in the header.  Image display software can use either transform,
   depending on its purposes and needs.

   In Method 2, the origin of coordinates would generally be whatever
   the scanner origin is; for example, in MRI, (0,0,0) is the center
   of the gradient coil.

   In Method 3, the origin of coordinates would depend on the value
   of sform_code; for example, for the Talairach coordinate system,
   (0,0,0) corresponds to the Anterior Commissure.

   QUATERNION REPRESENTATION OF ROTATION MATRIX (METHOD 2)
   -------------------------------------------------------
   The orientation of the (x,y,z) axes relative to the (i,j,k) axes
   in 3D space is specified using a unit quaternion [a,b,c,d], where
   a*a+b*b+c*c+d*d=1.  The (b,c,d) values are all that is needed, since
   we require that a = sqrt(1.0-(b*b+c*c+d*d)) be nonnegative.  The (b,c,d)
   values are stored in the (quatern_b,quatern_c,quatern_d) fields.

   The quaternion representation is chosen for its compactness in
   representing rotations. The (proper) 3x3 rotation matrix that
   corresponds to [a,b,c,d] is

         [ a*a+b*b-c*c-d*d   2*b*c-2*a*d       2*b*d+2*a*c     ]
     R = [ 2*b*c+2*a*d       a*a+c*c-b*b-d*d   2*c*d-2*a*b     ]
         [ 2*b*d-2*a*c       2*c*d+2*a*b       a*a+d*d-c*c-b*b ]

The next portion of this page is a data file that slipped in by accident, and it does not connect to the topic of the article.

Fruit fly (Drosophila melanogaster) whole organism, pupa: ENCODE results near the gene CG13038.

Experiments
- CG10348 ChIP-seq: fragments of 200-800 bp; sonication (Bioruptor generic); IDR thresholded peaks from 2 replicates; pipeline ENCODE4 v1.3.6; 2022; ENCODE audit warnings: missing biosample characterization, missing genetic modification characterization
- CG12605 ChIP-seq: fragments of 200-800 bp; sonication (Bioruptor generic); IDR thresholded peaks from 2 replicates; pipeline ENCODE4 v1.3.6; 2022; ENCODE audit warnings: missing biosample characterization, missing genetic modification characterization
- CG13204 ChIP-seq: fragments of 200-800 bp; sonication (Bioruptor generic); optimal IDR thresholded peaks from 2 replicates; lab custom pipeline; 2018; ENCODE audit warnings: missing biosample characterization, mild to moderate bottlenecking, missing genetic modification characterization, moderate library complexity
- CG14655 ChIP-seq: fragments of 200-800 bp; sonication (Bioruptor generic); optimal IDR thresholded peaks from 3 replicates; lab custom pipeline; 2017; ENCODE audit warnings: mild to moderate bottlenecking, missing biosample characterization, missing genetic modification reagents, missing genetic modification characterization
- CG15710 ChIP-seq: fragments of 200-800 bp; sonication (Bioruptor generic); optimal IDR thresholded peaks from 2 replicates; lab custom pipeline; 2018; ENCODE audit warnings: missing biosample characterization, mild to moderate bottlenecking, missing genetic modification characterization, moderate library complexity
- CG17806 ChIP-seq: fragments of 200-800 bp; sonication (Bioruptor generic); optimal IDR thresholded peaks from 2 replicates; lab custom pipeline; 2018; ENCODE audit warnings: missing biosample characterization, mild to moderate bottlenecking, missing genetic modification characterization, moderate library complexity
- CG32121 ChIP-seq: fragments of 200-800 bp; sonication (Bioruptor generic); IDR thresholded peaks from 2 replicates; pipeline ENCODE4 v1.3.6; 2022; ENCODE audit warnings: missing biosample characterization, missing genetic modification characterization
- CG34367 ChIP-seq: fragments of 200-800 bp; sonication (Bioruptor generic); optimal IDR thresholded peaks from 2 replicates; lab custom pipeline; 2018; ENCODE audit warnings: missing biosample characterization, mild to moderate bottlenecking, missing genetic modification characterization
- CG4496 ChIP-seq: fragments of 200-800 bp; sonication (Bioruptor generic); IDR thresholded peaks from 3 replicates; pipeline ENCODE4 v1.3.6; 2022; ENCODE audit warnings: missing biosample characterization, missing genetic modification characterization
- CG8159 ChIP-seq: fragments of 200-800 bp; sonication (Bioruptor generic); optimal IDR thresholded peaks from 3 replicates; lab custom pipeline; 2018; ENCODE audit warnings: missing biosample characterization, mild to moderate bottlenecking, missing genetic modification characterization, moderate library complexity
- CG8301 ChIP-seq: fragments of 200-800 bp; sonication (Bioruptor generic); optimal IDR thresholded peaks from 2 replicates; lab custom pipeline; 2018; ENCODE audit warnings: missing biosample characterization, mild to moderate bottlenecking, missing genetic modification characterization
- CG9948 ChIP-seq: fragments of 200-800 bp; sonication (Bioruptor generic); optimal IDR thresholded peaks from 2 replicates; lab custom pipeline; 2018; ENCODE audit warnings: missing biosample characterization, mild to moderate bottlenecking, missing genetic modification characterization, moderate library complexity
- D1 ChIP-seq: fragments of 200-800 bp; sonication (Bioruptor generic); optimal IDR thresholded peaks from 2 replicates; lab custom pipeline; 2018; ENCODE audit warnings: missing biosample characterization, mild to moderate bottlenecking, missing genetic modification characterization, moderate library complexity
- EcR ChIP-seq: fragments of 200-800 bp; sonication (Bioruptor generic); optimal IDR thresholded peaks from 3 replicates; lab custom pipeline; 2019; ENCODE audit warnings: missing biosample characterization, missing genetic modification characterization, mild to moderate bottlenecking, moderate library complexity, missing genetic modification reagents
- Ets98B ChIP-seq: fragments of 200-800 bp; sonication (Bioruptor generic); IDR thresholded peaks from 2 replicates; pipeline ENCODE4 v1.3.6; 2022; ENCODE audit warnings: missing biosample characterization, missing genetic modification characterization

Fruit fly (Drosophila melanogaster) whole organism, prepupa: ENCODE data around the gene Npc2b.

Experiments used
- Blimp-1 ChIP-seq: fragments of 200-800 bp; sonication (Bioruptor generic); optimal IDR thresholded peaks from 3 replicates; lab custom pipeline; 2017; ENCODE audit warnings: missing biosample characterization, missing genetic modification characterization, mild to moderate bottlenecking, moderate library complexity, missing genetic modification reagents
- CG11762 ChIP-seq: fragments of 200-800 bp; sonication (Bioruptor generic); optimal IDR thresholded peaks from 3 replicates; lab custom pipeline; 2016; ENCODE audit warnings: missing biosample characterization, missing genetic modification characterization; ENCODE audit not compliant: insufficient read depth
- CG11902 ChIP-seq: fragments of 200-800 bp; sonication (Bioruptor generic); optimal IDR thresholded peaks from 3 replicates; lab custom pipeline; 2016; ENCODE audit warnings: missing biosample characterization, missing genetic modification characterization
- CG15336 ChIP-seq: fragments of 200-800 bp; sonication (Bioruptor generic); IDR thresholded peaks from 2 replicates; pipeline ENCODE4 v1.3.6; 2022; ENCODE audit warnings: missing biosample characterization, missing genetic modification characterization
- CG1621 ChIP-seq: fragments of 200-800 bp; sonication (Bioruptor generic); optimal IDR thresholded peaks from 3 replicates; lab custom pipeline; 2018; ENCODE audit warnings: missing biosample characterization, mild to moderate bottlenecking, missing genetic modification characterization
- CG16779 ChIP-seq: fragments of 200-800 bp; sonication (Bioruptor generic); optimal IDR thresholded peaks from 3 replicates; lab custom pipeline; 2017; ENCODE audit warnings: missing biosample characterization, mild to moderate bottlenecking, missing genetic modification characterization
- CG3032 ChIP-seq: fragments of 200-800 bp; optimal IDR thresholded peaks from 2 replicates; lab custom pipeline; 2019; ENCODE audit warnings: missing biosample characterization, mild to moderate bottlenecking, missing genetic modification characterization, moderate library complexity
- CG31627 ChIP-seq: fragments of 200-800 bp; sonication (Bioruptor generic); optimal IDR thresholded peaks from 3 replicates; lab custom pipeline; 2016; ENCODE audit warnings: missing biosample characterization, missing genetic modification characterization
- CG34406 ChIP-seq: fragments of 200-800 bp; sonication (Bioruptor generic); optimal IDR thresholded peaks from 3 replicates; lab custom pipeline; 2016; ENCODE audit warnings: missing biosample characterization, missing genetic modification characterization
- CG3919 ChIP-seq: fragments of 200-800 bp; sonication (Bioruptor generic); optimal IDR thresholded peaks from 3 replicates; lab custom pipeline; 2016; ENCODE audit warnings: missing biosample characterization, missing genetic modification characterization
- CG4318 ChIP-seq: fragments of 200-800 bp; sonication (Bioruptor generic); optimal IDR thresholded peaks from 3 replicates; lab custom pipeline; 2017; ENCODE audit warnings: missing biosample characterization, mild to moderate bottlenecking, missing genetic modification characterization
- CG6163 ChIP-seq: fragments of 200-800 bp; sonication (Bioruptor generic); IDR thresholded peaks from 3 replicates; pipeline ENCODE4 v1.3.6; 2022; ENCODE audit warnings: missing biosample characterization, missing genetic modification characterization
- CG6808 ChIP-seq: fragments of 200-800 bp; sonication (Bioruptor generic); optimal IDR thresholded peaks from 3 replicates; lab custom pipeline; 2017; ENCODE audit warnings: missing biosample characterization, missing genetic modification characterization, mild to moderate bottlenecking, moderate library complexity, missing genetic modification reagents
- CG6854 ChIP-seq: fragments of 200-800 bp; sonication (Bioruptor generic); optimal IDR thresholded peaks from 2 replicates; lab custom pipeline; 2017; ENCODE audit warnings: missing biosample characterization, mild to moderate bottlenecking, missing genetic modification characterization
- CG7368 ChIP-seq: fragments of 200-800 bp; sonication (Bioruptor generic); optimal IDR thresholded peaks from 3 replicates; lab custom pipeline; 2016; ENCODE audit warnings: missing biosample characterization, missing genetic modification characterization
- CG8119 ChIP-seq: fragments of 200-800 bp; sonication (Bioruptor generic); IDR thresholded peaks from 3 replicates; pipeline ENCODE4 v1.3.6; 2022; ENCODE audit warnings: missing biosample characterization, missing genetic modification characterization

[ R11               R12               R13             ]
       = [ R21               R22               R23             ]
         [ R31               R32               R33             ]

   If (p,q,r) is a unit 3-vector, then rotation of angle h about that
   direction is represented by the quaternion

     [a,b,c,d] = [cos(h/2), p*sin(h/2), q*sin(h/2), r*sin(h/2)].

   Requiring a >= 0 is equivalent to requiring -Pi <= h <= Pi.  (Note that
   [-a,-b,-c,-d] represents the same rotation as [a,b,c,d]; there are 2
   quaternions that can be used to represent a given rotation matrix R.)
   To rotate a 3-vector (x,y,z) using quaternions, we compute the
   quaternion product

     [0,x',y',z'] = [a,b,c,d] * [0,x,y,z] * [a,-b,-c,-d]

   which is equivalent to the matrix-vector multiply

     [ x' ]     [ x ]
     [ y' ] = R [ y ]   (equivalence depends on a*a+b*b+c*c+d*d=1)
     [ z' ]     [ z ]

   Multiplication of 2 quaternions is defined by the following:

     [a,b,c,d] = a*1 + b*I + c*J + d*K
     where
       I*I = J*J = K*K = -1 (I,J,K are square roots of -1)
       I*J =  K    J*K =  I    K*I =  J
       J*I = -K    K*J = -I    I*K = -J  (not commutative!)
     For example
       [a,b,0,0] * [0,0,0,1] = [0,0,-b,a]
     since this expands to
       (a+b*I)*(K) = (a*K+b*I*K) = (a*K-b*J).

   The above formula shows how to go from quaternion (b,c,d) to
   rotation matrix and direction cosines.  Conversely, given R,
   we can compute the fields for the NIFTI-1 header by

     a = 0.5  * sqrt(1+R11+R22+R33)    (not stored)
     b = 0.25 * (R32-R23) / a       => quatern_b
     c = 0.25 * (R13-R31) / a       => quatern_c
     d = 0.25 * (R21-R12) / a       => quatern_d

   If a=0 (a 180 degree rotation), alternative formulas are needed.
   See the nifti1_io.c function mat44_to_quatern() for an implementation
   of the various cases in converting R to [a,b,c,d].

   Note that R-transpose (= R-inverse) would lead to the quaternion
   [a,-b,-c,-d].

   The choice to specify the qoffset_x (etc.) values in the final
   coordinate system is partly to make it easy to convert DICOM images to
   this format.  The DICOM attribute "Image Position (Patient)" (0020,0032)
   stores the (Xd,Yd,Zd) coordinates of the center of the first voxel.